Greeley avoids this with his Blackie Ryan novels by going for interesting locales...he takes Ryan out of Chicago without taking the Chicago out of the good bishop.
So, without giving the story away (a sin for a reviewer of a mystery novel), suffice to say that Blackie Ryan has a wonderful time in Paris, with his boss, the more-than-formidable Sean Cardinal Cronin. My only major complaint is that the love-story-subplot in this novel is a bit formula.
Greeley's descriptions of Paris are excellent, giving the reader a good feel for the neighborhoods and the metro without being a Fodor's book. _Beggar Girl_ doesn't tackle any serious hot-button issues of the modern Catholic Church, but the author still throws out tidbits that make those who are interested in church politics and such say "hmmmmmm."
Greeley's series hero, Bishop Blackie Ryan, is on a mission for "Cardinal Sean:" find Jean-Claude, a young Dominican priest who vanished without a trace while conducting visitors around cathedral ruins. Jean-Claude had a popular television program and was much admired by the students and nuns who were his ministry, yet everyone saw him differently, and all agreed he had mysterious depths and a magical smile.
Bishop Blackie has a gift for unearthing hidden depths in people as well as clues for his investigation. Befriending a young woman who seems out of place as a Cathedral beggar, he enlists her help in tracing the young priest who often seemed equally out of place as a Dominican priest.
The story line has the fascination of a moderately difficult crossword puzzle, the kind you know you can solve if you just put in the time. It also has about as much action and cliff-hanging action -- and short-term satisfaction as the Sunday crossword. Greeley gives us the world as we would like it to be, where problems are solved by a convenient phone call to Chicago and a couple of FedEx packages, and even the Cardinal benevolently distinguishes the Christian from the Church.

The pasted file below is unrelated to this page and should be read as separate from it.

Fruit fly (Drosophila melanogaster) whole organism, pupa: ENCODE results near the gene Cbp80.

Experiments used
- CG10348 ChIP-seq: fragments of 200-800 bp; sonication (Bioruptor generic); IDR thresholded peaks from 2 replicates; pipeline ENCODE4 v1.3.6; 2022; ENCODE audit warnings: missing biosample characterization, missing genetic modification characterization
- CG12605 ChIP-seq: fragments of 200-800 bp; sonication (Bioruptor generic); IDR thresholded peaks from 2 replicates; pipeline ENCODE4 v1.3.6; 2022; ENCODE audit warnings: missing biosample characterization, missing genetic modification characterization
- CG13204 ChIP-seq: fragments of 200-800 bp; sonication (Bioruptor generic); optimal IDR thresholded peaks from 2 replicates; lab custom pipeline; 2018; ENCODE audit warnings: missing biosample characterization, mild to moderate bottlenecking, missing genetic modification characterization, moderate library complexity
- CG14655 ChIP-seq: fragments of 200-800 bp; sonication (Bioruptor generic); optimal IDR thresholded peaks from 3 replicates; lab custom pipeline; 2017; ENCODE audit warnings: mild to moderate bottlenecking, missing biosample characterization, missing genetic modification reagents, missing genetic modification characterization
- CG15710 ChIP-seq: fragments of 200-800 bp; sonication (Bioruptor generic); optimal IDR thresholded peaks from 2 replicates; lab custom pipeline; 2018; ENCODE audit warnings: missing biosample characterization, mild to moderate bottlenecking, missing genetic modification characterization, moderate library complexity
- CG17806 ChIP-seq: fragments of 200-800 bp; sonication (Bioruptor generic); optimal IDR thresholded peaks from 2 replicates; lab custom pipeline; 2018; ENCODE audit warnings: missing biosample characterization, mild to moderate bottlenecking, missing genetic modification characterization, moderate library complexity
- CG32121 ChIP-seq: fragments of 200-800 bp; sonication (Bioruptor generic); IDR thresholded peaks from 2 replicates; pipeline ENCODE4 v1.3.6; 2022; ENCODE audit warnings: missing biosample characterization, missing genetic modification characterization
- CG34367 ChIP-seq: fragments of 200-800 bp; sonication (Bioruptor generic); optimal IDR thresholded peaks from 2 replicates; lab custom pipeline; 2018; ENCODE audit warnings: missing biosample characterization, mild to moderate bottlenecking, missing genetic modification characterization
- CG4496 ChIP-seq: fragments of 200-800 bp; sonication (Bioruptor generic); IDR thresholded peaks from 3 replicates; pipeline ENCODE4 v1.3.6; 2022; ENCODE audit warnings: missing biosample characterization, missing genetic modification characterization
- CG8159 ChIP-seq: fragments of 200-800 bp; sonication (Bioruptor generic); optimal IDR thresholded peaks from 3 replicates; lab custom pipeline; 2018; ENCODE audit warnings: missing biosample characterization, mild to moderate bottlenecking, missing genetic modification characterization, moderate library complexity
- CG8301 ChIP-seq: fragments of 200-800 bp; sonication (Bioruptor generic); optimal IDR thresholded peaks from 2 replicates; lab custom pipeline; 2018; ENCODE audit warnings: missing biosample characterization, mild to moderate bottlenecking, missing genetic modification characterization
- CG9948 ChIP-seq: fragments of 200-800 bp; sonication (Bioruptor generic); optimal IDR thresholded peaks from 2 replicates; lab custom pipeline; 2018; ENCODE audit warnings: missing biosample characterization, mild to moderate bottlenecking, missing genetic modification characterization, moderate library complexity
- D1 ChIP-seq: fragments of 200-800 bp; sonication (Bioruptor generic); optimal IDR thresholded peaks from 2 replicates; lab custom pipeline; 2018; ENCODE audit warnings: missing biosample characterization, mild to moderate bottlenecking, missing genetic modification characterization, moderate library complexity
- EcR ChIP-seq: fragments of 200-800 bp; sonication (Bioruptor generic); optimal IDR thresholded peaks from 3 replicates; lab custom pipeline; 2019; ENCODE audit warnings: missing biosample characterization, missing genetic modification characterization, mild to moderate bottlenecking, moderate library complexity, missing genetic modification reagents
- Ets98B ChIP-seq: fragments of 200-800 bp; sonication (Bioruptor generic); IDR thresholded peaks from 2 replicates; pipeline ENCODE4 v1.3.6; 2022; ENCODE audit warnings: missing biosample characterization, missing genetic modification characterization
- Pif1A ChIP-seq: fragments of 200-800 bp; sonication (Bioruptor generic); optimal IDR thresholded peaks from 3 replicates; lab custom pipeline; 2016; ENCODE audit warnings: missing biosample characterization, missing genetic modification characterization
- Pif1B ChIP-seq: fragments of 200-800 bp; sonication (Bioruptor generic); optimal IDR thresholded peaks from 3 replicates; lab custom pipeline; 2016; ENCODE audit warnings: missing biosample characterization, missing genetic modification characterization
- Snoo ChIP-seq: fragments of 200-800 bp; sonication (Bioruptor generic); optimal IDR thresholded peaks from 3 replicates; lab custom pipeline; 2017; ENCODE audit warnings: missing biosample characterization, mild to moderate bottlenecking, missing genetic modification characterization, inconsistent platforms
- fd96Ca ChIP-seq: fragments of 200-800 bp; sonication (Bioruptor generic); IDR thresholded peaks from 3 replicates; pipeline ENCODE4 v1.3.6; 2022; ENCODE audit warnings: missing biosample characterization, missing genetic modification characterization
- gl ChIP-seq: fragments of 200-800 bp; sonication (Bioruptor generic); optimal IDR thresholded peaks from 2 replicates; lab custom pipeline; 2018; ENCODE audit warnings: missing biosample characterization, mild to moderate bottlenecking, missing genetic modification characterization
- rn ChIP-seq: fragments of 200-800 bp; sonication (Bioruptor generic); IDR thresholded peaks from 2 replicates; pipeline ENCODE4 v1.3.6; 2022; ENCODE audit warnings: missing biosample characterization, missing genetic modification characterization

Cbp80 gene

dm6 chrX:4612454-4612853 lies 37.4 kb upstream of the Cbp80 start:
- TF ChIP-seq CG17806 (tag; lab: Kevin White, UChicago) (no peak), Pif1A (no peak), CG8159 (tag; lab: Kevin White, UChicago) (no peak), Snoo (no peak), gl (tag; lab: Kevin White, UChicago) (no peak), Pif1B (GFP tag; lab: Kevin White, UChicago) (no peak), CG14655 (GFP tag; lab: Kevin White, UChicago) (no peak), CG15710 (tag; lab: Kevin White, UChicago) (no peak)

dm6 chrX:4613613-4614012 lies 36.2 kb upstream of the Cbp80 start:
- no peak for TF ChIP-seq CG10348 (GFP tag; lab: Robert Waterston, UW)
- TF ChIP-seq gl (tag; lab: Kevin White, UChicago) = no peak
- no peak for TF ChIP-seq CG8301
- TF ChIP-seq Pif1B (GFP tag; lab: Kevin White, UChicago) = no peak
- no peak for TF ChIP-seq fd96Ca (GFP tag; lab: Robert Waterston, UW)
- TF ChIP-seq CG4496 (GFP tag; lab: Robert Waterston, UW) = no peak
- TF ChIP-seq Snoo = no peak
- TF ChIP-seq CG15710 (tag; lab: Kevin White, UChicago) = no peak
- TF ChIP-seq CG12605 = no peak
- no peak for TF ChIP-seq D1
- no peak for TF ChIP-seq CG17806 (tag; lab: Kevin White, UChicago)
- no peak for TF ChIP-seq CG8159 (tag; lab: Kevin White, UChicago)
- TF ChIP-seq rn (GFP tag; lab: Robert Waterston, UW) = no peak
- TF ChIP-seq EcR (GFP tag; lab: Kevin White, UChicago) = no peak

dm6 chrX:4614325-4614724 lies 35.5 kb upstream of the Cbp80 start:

As Greeley is careful to note in an afterward, this is a tale of fiction. Unlike many readers, I was surprised by the ending, which fit the clues but seemed highly implausible. I will say only that Greeley gets the chance to share his very politically correct, enlightened views of the Church and the world. And he might encourage us all to beware of reading our own beliefs into situations that are not what they seem.
I'm not usually a fan of Bishop Blackie -- but I liked this one!
The author, Fr. Andrew Greeley, moves the venue for this Bishop Blackie mystery to Paris, and it seems that he certainly knows Paris: at least the Cathedral of Notre Dame, the subway system, many subway stops and the little bistros on the Left Bank. Using this as backdrop, Fr. Greeley has Bishop John Blackwood Ryan accompany his Cardinal, Sean Cronin, of Chicago, to Paris, where Bishop Blackie is impressed as a detective in the service of the local cardinal. "Blackie" is requested to find the young television priest, Jean-Claude, who had disappeared during a TV shoot in the 3rd Century basement of Notre Dame.
Needing an interpreter, Bishop Blackie "stumbles" on Marie-Bernadette, an accomplished musician who is begging outside the Church of St. Germain. Greeley's fascination with thing Celtic (pronounced as KEL-tik) means that Marie-Bernadette's accomplishments are in Celtic music, whether from the Celtic region of France or the Basque region of Spain, or, of course, from Scotland and Ireland. This makes a nice little sub-plot, with Bishop Blackie officiating at Marie-Bernadette's marriage at the end of the book.
Of course, Blackie solves the mystery of the disappearance of the television evangelist priest, Jean-Claude, and while doing so, Author Greeley comments on the loneliness of the celibate clergy, their trials and temptations. I couldn't help wondering if there was some autobiographical issues buried in those comments. The story's main plot had a nice little twist that I should have been able to catch earlier than I did!
Narrator George Guidall was again excellent. I have listened to him as the voice of Joe Leaphorn and Jim Chee in the Tony Hillerman mysteries, and it is amazing how Mr. Guidall can range from "flat" Navajo tone in those books to an excited French accent for the exalted cardinal of Paris in this book. I enjoyed the book and listening to Mr. Guidall as I commuted on I-495, the ring road around Boston... Five Stars.
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